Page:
As ever, the Edinburgh Festival Fringe comes around quicker every year. I’ve sifted through the 4,208 shows outlined in the programme and have settled on a few recommendations that sum up how I’ll be spending the first two weeks in August.

Last year, I highlighted the play 3,000 Trees: The Death of Mr William MacRae, which makes a return to the Fringe this year. Telling the story of former SNP politician Willie McRae, the play by Andy Paterson is sure to be a thought-provoking one. 

Scotland’s First Minister Nicola Sturgeon has a number of engagements at this year’s Fringe – in conversation with LBC presenter Iain Dale and with journalist Graham Spiers. Both dates are, of course, sold out – it’s safe to say there will be plenty to talk about…

Scotland’s very own Hamish Henderson, poet and songwriter, is immortalised in musical tribute on 9 and 10 August at Edinburgh’s Valvona and Crolla (Venue 67). Aptly titled Scotland’s National Bard, he turned down an OBE in protest of Thatcher’s policy on nuclear weapons. There’s lots to be explored in this 1 hour 15 minute show, which is sure 

Glaswegian comedian Janey Godley made a bit of a name for herself with her pointed sign that she brandished at Turnberry during the first flying visit of US President Donald Trump. Her tales of auld Glesga maws and their no-nonsense attitude with their weans – “are you in or are ye oot?!” – is only the start of her sharp, scathing and seriously funny set. As ever, Janey runs her shows as part of the Free Fringe, as she’s clear that poverty shouldn’t be a barrier to entertainment. It’s always a highlight of my Fringe schedule, and exactly what the Fringe is about for me.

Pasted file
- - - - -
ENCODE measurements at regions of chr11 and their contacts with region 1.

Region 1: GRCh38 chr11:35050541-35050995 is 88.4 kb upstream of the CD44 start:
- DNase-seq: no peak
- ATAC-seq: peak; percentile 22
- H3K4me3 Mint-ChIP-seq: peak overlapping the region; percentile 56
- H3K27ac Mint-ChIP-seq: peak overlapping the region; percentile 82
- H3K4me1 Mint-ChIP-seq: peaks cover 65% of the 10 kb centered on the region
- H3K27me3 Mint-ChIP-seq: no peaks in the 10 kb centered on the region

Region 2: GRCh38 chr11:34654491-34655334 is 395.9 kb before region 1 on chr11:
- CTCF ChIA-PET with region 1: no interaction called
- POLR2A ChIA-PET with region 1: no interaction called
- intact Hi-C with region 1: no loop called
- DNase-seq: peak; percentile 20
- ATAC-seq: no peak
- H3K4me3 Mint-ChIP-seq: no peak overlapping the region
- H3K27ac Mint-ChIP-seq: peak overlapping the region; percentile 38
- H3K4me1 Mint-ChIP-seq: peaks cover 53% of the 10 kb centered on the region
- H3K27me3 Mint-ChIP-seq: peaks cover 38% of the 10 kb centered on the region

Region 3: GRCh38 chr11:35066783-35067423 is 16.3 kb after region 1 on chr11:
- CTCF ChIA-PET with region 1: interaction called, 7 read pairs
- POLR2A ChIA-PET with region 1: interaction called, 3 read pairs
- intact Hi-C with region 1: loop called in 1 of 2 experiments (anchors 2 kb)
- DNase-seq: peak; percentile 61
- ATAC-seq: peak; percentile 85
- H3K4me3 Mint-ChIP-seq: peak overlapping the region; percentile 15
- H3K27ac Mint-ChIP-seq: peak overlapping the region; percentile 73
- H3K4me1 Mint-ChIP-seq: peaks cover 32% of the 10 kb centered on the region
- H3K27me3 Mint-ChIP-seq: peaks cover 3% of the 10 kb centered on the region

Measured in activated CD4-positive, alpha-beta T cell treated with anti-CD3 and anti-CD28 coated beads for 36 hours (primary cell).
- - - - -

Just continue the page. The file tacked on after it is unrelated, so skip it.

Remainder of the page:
Leaving the political angle aside – as hard as that may seem in these turbulent times – I am always blown away by the professionalism of Edinburgh’s very own Captivate Theatre, a company who take the best young talent and create incredible musical theatre – often with very little set. Their packed programme this year includes Sister Act: The Musical, Oliver! and Jesus Christ Superstar. Or why not try Jekyll and Hyde, based on Edinburgh-born Robert Louis Stevenson’s classic thriller – something a little different but with a great score played by a sizeable orchestra. 

For the young ones, although I can’t relive my youth at a Singing Kettle concert, the team behind the Fife folk group are reincarnated in Funbox: How to Be a Superhero at the Gilded Balloon Teviot (Venue 14) 5-7 August. Expect plenty of modern takes on the old classics that even big kids can’t resist singing along to!

It’s impossible to even touch the sides when it comes to digesting the programme of events at the Edinburgh Festival Fringe. I’d always suggest booking a few key shows and then exploring a little – you never know what you might stumble across!

Originally published in The Scots Independent newspaper